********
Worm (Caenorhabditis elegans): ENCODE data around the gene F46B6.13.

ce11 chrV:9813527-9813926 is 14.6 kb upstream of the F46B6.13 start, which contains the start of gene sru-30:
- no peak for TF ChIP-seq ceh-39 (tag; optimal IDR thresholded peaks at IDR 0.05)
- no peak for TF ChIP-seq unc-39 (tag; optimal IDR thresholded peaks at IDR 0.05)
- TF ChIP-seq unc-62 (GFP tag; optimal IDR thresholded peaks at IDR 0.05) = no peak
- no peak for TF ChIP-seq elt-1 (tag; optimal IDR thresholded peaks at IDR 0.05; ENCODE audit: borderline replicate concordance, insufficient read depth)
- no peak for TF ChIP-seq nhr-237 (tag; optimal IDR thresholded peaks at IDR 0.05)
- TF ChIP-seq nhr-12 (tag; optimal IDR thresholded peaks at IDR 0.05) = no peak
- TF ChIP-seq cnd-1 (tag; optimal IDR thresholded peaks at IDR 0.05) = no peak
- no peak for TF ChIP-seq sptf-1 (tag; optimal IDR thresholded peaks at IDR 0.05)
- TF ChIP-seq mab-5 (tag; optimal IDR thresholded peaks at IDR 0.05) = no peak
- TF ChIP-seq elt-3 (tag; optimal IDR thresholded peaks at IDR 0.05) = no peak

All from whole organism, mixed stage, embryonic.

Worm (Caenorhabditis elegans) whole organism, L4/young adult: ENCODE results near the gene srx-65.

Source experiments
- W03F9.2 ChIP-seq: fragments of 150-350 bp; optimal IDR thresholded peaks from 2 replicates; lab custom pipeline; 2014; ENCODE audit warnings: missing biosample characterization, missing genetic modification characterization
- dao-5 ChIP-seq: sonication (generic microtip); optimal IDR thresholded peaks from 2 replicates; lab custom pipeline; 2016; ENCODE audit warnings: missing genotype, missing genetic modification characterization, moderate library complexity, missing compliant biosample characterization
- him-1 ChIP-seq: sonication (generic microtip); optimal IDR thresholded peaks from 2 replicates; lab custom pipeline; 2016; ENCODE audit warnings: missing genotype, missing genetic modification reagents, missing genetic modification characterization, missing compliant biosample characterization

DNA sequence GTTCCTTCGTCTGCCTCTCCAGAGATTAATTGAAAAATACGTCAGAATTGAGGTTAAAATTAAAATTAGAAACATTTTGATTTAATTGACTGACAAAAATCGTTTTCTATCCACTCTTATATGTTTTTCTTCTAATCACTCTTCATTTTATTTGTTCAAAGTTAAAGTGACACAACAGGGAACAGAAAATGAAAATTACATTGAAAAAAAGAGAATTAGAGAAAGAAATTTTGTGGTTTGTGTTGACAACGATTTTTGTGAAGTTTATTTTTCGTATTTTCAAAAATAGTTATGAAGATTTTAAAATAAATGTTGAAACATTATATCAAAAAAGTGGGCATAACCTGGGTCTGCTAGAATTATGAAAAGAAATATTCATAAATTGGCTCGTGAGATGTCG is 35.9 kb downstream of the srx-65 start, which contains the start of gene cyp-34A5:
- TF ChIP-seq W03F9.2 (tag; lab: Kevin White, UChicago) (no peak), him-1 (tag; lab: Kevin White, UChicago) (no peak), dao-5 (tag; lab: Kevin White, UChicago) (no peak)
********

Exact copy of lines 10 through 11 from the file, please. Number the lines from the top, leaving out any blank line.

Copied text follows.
- no peak for TF ChIP-seq sptf-1 (tag; optimal IDR thresholded peaks at IDR 0.05)
- TF ChIP-seq mab-5 (tag; optimal IDR thresholded peaks at IDR 0.05) = no peak